Why you’ll like it:

Kiernan/Tierney writes with a brash, sardonic and original voice quite unlike the standard stuff you’ll find in most paranormal romances, and in this book, she manages to both mock and manipulate a certain kind of fiction. You have to be good to do that successfully, and she is: she has partnered with the likes of Neil Gaiman on some projects and has carved out a top spot among those who write contemporary weird fiction. If dark and imaginative writing is to your taste, bite into “Blood Oranges.”

Here is how she defined herself as a writer in a blog entry: “I’m getting tired of telling people that I’m not a ‘horror’ writer. I’m getting tired of them not listening, or not believing. Most of them seem suspicious of my motives.”… “I’ve never tried to fool anyone. I’ve said I don’t write genre ‘horror.’ A million, billion times have I said that.”… “It’s not that there are not strong elements of horror present in a lot of my writing. It’s that horror never predominates those works. You may as well call it psychological fiction or awe fiction. I don’t think of horror as a genre. I think of it – to paraphrase Doug Winter – as an emotion, and no one emotion will ever characterize my fiction.”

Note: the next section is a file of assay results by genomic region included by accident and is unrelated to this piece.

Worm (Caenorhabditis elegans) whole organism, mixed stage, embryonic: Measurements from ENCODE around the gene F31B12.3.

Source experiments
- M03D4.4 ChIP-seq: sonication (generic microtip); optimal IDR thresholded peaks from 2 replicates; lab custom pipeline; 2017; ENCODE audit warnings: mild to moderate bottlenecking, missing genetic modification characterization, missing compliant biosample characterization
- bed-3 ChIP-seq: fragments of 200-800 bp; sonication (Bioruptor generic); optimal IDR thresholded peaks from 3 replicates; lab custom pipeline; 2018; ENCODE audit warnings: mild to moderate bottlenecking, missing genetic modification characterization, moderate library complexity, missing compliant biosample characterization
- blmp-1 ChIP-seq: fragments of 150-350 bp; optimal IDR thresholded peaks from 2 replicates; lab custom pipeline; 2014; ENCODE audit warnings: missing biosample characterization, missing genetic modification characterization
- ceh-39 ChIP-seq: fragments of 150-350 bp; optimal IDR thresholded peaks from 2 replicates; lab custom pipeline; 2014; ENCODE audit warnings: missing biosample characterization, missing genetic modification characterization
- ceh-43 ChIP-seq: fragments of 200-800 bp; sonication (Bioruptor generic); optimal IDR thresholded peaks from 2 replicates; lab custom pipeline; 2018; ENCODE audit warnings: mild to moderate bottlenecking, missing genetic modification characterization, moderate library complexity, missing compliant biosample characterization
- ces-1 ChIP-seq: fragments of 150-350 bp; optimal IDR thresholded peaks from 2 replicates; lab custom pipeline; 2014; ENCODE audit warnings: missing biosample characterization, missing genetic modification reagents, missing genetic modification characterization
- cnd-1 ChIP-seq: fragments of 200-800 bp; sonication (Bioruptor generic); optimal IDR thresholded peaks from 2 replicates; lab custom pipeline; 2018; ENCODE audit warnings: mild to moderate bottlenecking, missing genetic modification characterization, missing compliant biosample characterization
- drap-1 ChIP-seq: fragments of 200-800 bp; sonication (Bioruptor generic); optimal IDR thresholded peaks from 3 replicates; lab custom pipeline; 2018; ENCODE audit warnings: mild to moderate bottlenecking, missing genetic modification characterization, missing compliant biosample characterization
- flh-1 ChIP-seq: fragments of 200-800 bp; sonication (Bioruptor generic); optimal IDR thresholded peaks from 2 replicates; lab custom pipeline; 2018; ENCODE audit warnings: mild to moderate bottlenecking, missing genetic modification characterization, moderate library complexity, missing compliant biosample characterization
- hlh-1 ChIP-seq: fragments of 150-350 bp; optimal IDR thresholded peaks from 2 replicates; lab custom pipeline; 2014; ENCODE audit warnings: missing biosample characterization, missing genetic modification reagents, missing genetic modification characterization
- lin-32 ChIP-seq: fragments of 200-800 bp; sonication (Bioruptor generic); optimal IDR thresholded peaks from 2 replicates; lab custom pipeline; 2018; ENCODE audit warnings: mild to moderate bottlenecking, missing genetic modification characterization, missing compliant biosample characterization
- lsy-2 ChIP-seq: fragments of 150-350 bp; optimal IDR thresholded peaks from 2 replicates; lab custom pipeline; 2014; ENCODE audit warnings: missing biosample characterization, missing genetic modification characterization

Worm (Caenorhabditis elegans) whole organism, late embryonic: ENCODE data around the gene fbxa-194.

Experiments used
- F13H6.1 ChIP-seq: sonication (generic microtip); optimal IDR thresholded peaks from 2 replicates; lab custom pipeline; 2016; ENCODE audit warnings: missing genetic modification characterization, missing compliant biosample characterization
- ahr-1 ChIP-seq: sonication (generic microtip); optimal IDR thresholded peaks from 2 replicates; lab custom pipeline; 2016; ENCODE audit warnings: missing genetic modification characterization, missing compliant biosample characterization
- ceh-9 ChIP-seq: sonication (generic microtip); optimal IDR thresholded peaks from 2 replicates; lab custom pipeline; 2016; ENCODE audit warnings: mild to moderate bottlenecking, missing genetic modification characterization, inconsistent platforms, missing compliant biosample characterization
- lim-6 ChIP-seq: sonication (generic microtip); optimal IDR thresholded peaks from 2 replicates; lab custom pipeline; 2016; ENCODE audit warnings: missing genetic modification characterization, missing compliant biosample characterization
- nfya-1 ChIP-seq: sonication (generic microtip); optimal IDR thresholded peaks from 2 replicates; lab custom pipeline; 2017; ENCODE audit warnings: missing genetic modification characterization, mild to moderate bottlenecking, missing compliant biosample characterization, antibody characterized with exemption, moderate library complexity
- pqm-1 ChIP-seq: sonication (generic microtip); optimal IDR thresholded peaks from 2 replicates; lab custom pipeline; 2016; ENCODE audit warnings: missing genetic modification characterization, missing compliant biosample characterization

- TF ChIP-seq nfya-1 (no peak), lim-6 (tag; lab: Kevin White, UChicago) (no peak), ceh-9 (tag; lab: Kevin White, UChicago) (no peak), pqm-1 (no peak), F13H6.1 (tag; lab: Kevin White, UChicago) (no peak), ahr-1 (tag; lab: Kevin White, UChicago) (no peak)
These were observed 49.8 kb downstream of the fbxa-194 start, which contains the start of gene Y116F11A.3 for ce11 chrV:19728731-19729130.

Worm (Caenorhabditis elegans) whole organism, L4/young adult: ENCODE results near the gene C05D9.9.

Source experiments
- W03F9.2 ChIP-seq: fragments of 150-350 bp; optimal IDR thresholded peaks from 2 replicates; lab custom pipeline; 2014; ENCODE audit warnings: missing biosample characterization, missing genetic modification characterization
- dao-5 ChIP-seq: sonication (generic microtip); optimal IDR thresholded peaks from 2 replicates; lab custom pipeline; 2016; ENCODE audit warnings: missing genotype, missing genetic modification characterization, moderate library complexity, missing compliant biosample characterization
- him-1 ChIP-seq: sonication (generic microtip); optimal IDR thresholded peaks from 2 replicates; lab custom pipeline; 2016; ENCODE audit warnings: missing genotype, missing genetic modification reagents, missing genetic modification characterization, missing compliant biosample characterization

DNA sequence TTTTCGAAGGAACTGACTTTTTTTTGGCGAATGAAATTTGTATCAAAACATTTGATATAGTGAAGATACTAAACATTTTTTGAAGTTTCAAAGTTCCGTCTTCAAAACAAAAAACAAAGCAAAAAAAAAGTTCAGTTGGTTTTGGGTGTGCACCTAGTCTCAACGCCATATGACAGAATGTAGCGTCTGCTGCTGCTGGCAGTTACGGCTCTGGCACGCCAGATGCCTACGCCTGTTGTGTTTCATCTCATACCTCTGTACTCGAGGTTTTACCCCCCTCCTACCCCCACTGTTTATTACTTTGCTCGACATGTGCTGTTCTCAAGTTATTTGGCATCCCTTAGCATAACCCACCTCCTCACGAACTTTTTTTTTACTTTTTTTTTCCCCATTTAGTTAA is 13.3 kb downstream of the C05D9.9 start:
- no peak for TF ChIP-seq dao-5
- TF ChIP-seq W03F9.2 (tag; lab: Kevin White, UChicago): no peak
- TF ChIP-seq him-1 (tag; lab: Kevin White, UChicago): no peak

What others are saying: